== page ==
My last book before Bank 4.0 was the one I published in December. The last book before that was Augmented, it was out in 2015 and in there, I shared some research that essentially showed that if you poll the futurist, half of them think it’s going in this new age of abundance and half of them think it’s going to be dystopian and chaotic because of job technology based on employment and so forth. There is no agreement on this among the futurist community. I will give you the basics of my thinking around this. If you look historically when the industrial revolution came along, despite the fact that for example, tractors, combustion engines, displaced millions of workers on American farms, it created jobs through the model T Ford production line and so forth that took up that shift. You went from about 70% of the US labor force involved in agriculture in the 1850s and now, they’re 1.6%. There’s that continual structural change.

Being in it for every job that it destroyed, McKinsey estimated it created around to new jobs. There was a net gain in respect of the internet. The shifts with AI and software though, it needs to be seen a little bit more gradually in the context of the markets and how the markets are working in productivity and so forth. The key there is we’re seeing a change in the supply and demand curve, the basic component of economics. Traditionally, if you wanted to create more labor, the way you would do that is you’d stimulate demand. In order to respond to demand, you create supply and that supply resulted in increased labor participation.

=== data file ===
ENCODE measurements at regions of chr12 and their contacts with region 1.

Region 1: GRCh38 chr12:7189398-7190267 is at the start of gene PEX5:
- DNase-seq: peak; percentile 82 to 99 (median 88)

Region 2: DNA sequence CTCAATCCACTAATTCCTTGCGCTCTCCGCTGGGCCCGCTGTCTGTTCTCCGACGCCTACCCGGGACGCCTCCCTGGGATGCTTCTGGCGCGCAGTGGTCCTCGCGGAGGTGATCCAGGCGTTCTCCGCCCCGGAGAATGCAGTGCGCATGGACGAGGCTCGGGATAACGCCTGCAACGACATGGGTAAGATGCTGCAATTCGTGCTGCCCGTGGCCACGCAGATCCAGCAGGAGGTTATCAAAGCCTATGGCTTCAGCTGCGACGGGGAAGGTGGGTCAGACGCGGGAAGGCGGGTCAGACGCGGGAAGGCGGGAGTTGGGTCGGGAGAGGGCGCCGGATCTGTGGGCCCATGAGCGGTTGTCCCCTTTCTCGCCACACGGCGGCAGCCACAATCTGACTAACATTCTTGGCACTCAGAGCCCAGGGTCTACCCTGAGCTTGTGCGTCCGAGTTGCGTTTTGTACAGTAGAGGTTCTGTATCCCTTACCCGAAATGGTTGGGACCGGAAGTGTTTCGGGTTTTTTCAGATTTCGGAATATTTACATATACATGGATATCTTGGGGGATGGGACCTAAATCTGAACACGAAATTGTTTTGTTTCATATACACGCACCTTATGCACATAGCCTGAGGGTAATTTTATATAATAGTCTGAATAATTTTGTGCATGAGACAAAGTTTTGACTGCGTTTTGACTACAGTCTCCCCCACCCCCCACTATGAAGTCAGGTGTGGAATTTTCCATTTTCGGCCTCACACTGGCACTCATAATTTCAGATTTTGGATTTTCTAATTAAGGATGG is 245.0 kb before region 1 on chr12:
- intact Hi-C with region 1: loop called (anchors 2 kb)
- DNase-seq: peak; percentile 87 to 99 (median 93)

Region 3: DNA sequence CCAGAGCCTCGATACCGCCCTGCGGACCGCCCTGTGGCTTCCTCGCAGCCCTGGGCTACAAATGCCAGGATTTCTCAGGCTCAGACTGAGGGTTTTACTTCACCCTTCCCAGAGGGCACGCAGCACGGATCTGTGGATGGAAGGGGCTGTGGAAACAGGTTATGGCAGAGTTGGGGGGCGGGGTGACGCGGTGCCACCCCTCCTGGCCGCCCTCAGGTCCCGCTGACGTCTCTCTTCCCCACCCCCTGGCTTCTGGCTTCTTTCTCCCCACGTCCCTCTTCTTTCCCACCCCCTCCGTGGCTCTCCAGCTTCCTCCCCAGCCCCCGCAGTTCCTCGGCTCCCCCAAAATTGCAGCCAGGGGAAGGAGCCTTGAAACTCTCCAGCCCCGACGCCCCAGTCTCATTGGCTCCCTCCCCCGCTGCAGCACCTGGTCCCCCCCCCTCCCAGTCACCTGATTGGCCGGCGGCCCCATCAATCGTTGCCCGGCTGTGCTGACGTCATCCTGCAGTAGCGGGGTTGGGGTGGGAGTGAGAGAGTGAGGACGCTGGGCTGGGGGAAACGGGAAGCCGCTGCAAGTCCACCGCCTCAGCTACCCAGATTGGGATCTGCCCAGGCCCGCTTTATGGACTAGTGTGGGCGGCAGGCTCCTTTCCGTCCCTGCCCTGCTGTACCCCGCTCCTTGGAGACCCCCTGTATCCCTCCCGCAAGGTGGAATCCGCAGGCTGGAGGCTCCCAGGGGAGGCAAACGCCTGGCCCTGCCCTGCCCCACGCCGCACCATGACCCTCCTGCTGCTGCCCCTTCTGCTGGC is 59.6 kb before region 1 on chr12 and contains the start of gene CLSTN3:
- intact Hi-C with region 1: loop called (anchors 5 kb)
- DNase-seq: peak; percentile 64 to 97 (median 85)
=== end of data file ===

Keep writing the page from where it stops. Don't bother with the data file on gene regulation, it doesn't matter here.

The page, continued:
When you’ve got software as the basis of an economy, AI and software. Once you create that software, it can essentially meet infinite demand without an additional labor force. There are some upfront labor injections, but once the AI or the software is out there, there’s minimal a response to the demand curve. That’s the structural change that’s occurring. If you look at the top five companies on the US stocks exchange now, the technology companies. Four of the top five in China are technology companies. The fastest growing biggest companies in the world now are based on technology, but they generate returns and profits with far less employees than the old industrials. The old oil and gas companies, resources companies and so forth. We’ve seen companies like GE and so forth become less relevant over time as a result of this stuff to change. That’s the challenge.